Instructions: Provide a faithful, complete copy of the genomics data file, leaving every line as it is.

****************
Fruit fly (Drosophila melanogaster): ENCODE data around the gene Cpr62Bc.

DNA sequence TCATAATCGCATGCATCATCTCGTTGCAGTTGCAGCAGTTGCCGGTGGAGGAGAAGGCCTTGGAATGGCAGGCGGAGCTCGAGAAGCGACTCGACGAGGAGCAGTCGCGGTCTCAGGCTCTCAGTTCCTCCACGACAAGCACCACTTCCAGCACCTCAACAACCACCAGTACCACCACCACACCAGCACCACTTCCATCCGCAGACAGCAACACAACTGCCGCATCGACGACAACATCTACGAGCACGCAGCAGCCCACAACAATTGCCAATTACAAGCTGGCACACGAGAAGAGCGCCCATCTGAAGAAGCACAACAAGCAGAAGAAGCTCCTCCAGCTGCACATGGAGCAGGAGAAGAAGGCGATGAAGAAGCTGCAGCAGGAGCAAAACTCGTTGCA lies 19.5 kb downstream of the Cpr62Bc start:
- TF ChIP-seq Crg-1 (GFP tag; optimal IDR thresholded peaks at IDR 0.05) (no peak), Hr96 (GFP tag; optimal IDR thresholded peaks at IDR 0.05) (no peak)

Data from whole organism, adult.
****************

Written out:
Fruit fly (Drosophila melanogaster): ENCODE data around the gene Cpr62Bc.

DNA sequence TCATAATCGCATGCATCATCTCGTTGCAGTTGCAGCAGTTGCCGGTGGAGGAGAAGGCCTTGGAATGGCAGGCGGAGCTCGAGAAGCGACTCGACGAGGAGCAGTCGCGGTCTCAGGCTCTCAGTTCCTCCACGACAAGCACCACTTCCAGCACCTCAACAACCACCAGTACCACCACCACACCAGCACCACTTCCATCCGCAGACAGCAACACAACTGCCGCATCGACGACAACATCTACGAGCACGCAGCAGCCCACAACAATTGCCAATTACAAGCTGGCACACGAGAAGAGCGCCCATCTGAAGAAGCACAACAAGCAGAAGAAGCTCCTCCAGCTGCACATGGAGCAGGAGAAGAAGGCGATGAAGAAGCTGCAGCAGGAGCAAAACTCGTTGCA lies 19.5 kb downstream of the Cpr62Bc start:
- TF ChIP-seq Crg-1 (GFP tag; optimal IDR thresholded peaks at IDR 0.05) (no peak), Hr96 (GFP tag; optimal IDR thresholded peaks at IDR 0.05) (no peak)

Data from whole organism, adult.